I suspect, this is a story that both men and women will enjoy and enjoy reading.

What I found particularly interesting about her tale is this: While the story and history are accurate, Ms. Delmar gracefully fills in what her parents thought when they first met and embraced; what they must have said and experienced when events consumed them and history unfolded in a pastiche of horror before their eyes (both were Holocaust survivors), and how they grew in their artistry, musically and professionally, through good times and bad. Indeed, I equate Ms. Delmar’s style of blending history into compelling narrative to that of another popular writer, Erik Larson in his book, “In the Garden of Beasts: Love, Terror and an American Family in Hitler’s Berlin.” If you loved the latter, you’ll truly enjoy the former, as both cover the same tragic period with equal detail, intensity and sensitivity.

On that level, this book is the deeply troubling story of a young man, Delmar’s father and his family — and their struggles living in Vienna, Austria at a time when the world and Europe was about to undergo catastrophic changes – for the worse. Young Franz wanted to be successful for both himself and Franziska, to make something of his life in the absence of a completed education, a job, a falling economy and a rise in Nazi populism, circa 1933, brought jarringly home when a friend he attended school with, a non-Jew, approached him at the conclusion of a Nazi rally and, instead of greeting him on the street as a friend, spit in his face.

The writer’s eye for detail and historic accuracy comprised of names, dates and world shattering events in their making is what lends this important book the gravitas it deserves. What is even more astounding is that Delmar tells the story of a rising young opera singer, her dad, set in the context of these and other events – and does so in an easy style, with rich detail both into the making of an operatic voice and the chaos of a time that lent anything but stability or calm to the endeavor of studying a craft as demanding as the one he chose.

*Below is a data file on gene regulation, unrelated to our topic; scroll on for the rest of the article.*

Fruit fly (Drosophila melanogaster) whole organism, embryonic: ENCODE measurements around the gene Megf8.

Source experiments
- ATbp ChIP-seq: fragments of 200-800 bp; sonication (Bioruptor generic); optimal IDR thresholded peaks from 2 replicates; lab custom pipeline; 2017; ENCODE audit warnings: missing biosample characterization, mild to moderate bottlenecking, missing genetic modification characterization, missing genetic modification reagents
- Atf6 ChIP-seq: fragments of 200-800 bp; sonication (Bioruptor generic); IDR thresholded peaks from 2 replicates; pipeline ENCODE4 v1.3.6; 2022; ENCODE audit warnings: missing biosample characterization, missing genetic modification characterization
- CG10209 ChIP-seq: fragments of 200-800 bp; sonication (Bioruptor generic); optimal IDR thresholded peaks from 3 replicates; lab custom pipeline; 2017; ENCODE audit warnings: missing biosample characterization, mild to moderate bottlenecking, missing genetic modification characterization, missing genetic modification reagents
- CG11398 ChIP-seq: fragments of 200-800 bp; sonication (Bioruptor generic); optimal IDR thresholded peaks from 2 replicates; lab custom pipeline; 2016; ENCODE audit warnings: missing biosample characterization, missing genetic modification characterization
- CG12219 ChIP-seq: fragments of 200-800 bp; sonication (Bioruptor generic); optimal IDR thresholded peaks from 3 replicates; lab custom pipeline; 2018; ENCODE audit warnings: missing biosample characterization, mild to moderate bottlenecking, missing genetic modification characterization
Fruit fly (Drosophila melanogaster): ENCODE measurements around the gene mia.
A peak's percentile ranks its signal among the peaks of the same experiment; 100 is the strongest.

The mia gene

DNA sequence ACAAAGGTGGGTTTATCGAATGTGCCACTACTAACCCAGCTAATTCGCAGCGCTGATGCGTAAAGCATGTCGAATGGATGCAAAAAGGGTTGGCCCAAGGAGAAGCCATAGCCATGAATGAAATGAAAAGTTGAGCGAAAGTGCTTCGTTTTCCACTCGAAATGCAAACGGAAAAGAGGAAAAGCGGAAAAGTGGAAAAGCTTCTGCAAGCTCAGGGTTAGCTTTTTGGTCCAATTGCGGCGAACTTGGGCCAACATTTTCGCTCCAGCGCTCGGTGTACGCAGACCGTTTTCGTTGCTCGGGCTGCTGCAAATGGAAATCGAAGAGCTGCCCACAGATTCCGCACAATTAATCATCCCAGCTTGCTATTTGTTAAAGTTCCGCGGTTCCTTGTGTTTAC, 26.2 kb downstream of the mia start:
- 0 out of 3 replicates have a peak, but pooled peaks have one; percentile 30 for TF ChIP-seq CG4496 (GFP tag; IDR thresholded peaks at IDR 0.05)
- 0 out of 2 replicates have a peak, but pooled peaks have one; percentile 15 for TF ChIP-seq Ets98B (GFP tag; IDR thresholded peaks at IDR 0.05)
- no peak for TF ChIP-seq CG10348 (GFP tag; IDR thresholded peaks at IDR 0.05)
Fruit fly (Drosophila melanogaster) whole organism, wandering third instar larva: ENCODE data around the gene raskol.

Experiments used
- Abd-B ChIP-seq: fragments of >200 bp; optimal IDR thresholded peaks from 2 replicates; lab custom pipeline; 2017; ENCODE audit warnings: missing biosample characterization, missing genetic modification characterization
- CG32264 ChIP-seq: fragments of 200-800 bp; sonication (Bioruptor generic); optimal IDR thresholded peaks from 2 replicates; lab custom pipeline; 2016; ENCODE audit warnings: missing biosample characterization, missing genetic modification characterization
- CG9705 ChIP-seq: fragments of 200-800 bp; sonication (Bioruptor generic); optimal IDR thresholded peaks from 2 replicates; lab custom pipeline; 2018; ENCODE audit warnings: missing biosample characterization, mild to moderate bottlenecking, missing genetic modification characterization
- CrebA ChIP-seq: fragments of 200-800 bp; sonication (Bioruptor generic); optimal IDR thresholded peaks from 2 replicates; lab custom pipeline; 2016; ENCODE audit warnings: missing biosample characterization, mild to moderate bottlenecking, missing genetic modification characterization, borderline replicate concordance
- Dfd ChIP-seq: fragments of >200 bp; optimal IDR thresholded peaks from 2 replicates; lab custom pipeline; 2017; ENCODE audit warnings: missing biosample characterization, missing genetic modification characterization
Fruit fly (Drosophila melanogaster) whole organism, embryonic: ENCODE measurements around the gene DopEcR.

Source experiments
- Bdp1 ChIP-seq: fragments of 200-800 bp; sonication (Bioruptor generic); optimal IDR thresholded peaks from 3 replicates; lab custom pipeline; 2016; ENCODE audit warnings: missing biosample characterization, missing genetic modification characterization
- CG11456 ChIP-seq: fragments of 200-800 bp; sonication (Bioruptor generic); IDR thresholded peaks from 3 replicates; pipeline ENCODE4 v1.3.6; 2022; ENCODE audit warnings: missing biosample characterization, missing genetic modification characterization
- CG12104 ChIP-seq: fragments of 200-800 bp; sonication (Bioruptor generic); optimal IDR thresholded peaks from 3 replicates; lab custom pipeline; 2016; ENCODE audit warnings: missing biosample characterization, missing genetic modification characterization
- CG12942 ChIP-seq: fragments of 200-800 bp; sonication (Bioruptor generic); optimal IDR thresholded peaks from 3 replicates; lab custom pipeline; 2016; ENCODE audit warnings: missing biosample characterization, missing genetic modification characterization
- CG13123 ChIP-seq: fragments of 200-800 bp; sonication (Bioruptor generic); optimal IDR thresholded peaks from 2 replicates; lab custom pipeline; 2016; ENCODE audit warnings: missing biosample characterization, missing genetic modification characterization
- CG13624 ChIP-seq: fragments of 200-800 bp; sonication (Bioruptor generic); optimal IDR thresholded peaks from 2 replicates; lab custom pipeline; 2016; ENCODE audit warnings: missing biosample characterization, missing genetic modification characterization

Opera buffs will enjoy it because Ms. Delmar is skilled in her craft and knows the subject about which she writes, as evidenced in the surprisingly fluid and interesting paragraphs when she describes something as simple as breathing from the diaphragm and relaxing the throat muscles to allow the air and sound to flow melodically out. It’s not quite yoga, but yoga enthusiasts will understand the technique quite well.

Delmar also includes in her book numerous photographs and documents that give the reader a sense of people and place she writes about lending further authenticity to her worthwhile endeavor.

If you enjoy history, adventure, romance and plain old-fashioned story-telling you will enjoy this book. You will learn from it, tear-up over it, feel melancholy and elated in equal parts and, when you have completed reading it, you will feel immensely satisfied by the experience and journey the author invites us to partake in with her and her remarkable parents.

Paul Joseph Walkowski is a respected arts writer, critic and the author of “From Trial Court to the United States Supreme Court” and “The Will of God.” He was the editor and publisher of


Paul Joseph Walkowski (center) at the Connecticut Opera Guild’s 52nd Annual Scholarship Competition with winners.